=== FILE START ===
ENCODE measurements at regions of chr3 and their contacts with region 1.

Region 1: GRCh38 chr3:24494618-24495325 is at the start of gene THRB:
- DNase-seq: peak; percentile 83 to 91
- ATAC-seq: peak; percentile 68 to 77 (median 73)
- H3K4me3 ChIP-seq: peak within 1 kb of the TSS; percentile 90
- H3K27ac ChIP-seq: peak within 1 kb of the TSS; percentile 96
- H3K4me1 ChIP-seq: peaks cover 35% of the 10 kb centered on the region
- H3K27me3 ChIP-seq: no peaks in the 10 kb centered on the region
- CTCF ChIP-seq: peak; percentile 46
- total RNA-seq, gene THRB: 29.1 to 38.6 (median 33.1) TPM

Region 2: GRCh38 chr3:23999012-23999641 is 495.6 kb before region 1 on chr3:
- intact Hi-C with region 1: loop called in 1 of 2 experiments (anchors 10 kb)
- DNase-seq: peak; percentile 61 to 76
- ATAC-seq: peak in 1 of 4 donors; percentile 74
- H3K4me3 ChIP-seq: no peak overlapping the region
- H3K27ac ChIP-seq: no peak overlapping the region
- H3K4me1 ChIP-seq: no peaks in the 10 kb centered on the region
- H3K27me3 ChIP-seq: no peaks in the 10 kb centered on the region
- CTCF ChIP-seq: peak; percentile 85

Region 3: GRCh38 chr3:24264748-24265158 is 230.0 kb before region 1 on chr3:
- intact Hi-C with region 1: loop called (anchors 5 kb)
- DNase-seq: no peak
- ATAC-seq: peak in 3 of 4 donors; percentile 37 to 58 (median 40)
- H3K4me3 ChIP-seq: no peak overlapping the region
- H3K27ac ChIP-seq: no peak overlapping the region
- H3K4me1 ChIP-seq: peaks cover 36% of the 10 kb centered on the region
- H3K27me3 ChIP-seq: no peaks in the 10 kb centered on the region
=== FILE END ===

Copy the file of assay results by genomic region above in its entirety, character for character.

ENCODE measurements at regions of chr3 and their contacts with region 1.

Region 1: GRCh38 chr3:24494618-24495325 is at the start of gene THRB:
- DNase-seq: peak; percentile 83 to 91
- ATAC-seq: peak; percentile 68 to 77 (median 73)
- H3K4me3 ChIP-seq: peak within 1 kb of the TSS; percentile 90
- H3K27ac ChIP-seq: peak within 1 kb of the TSS; percentile 96
- H3K4me1 ChIP-seq: peaks cover 35% of the 10 kb centered on the region
- H3K27me3 ChIP-seq: no peaks in the 10 kb centered on the region
- CTCF ChIP-seq: peak; percentile 46
- total RNA-seq, gene THRB: 29.1 to 38.6 (median 33.1) TPM

Region 2: GRCh38 chr3:23999012-23999641 is 495.6 kb before region 1 on chr3:
- intact Hi-C with region 1: loop called in 1 of 2 experiments (anchors 10 kb)
- DNase-seq: peak; percentile 61 to 76
- ATAC-seq: peak in 1 of 4 donors; percentile 74
- H3K4me3 ChIP-seq: no peak overlapping the region
- H3K27ac ChIP-seq: no peak overlapping the region
- H3K4me1 ChIP-seq: no peaks in the 10 kb centered on the region
- H3K27me3 ChIP-seq: no peaks in the 10 kb centered on the region
- CTCF ChIP-seq: peak; percentile 85

Region 3: GRCh38 chr3:24264748-24265158 is 230.0 kb before region 1 on chr3:
- intact Hi-C with region 1: loop called (anchors 5 kb)
- DNase-seq: no peak
- ATAC-seq: peak in 3 of 4 donors; percentile 37 to 58 (median 40)
- H3K4me3 ChIP-seq: no peak overlapping the region
- H3K27ac ChIP-seq: no peak overlapping the region
- H3K4me1 ChIP-seq: peaks cover 36% of the 10 kb centered on the region
- H3K27me3 ChIP-seq: no peaks in the 10 kb centered on the region